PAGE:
UNIDENTIFIED REPORTER: What kind of toll has this taken throughout the department? You've got officers still having to be out and responding to calls? What steps are being taken?

KRAUS: So, the morale -- the morale piece is -- I don't have any officers saying this action should not have been taken against this individual, this officer. I'm getting the complete opposite response: Chief, thank you for being quick and decisive. This is going to help heal us.

The officers are hurting. I've been out there on patrol, and since this occurred, and it's -- the officers -- they come up and hug and -- it's very emotional because the officers, they try hard every day to try to make this city better.

I likened it yesterday to some of our officers that are out there every weekend and most weeknights that they're out there trying to build these relationships and I likened it to a bunch of ants building an ant hill and somebody comes with a hose and washes it away and you have to start from scratch and build over.

I think that's going to be all. Thank you.

BOLDUAN: Wow. Emotional reaction there from the police chief in Ft. Worth when describing what this has been like, the aftermath of the horrific killing of Atatiana Jefferson in her home over the weekend by a police officer, a member of the Ft. Worth Police Department.

Joining me right now is CNN's Lucy Kafanov. We're also joined by CNN law enforcement analyst, Charles Ramsey, former police commissioner of Philadelphia.

Lucy, I want to get to what we've learned in just a second.

But, Commissioner, can you just talk to me about what we just saw from the police chief, what we heard from the police chief, there's absolutely no excuse for what happened? But the -- how emotional he just became in describing the impact this has on the police department and the other officers.


LUCY KAFANOV, CNN CORRESPONDENT: Well, I mean, it's a tragedy in a lot of ways --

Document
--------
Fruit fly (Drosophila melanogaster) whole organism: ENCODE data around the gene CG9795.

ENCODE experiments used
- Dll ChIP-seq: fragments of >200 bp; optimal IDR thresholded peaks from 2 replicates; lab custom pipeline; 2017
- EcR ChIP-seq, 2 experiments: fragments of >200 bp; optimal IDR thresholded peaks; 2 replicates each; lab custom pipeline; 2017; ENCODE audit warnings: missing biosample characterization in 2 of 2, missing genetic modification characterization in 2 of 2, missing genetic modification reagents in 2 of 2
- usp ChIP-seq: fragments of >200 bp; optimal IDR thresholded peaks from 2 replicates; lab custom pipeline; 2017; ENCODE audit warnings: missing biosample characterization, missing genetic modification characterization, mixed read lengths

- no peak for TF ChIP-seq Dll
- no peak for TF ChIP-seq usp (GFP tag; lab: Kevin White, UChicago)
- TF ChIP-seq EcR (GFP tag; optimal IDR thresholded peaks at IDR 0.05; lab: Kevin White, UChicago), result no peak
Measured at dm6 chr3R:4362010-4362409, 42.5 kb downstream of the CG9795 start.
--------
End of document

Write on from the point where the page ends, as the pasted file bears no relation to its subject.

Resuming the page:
BOLDUAN: One second, Lucy.

Go ahead, Commissioner.

CHARLES RAMSEY, CNN LAW ENFORCEMENT ANALYST: Yes, this is a tragedy in so many different ways, including for the Ft. Worth Police Department. One thing I do have to say is commend them for acting swiftly.

This is a situation where it is an unjustified shooting from everything I've seen. You have to deal with it and deal with it quickly for the sake of the community, the family, the men and women of the Ft. Worth Police Department. And I think they're doing the right thing bringing forth charges. Hopefully, this doesn't take too long to be resolved through the court system. But again he's entitled to due process like anyone else.

The fact they took such swift action, they knew from the beginning this was not a justified shooting. The evidence was there that this woman's in her own home. She had no idea the police were even being dispatched. You know, you probably had startled response.

Plus, he gave a command, show me your hands, and within a second, he's firing rounds. People have to have a chance to respond to your commands. It's just bad all the way around.

BOLDUAN: Bad all the way around. We do know that Atatiana Jefferson's family is going to be speaking shortly. We'll keep an eye on that.